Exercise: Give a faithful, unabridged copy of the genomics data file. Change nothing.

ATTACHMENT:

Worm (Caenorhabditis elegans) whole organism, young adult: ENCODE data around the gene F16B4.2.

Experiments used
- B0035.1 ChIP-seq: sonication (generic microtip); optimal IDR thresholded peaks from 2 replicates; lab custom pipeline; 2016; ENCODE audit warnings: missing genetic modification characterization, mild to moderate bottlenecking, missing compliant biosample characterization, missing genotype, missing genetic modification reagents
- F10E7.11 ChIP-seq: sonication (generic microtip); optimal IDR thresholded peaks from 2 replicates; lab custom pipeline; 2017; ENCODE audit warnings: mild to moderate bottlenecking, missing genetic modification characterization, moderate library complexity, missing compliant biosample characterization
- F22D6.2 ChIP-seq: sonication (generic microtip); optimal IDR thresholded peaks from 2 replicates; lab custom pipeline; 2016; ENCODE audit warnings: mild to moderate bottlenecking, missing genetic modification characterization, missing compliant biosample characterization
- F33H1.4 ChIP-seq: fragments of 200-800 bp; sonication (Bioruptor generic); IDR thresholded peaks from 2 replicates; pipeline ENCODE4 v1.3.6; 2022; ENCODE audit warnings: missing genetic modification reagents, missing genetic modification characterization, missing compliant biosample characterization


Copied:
Worm (Caenorhabditis elegans) whole organism, young adult: ENCODE data around the gene F16B4.2.

Experiments used
- B0035.1 ChIP-seq: sonication (generic microtip); optimal IDR thresholded peaks from 2 replicates; lab custom pipeline; 2016; ENCODE audit warnings: missing genetic modification characterization, mild to moderate bottlenecking, missing compliant biosample characterization, missing genotype, missing genetic modification reagents
- F10E7.11 ChIP-seq: sonication (generic microtip); optimal IDR thresholded peaks from 2 replicates; lab custom pipeline; 2017; ENCODE audit warnings: mild to moderate bottlenecking, missing genetic modification characterization, moderate library complexity, missing compliant biosample characterization
- F22D6.2 ChIP-seq: sonication (generic microtip); optimal IDR thresholded peaks from 2 replicates; lab custom pipeline; 2016; ENCODE audit warnings: mild to moderate bottlenecking, missing genetic modification characterization, missing compliant biosample characterization
- F33H1.4 ChIP-seq: fragments of 200-800 bp; sonication (Bioruptor generic); IDR thresholded peaks from 2 replicates; pipeline ENCODE4 v1.3.6; 2022; ENCODE audit warnings: missing genetic modification reagents, missing genetic modification characterization, missing compliant biosample characterization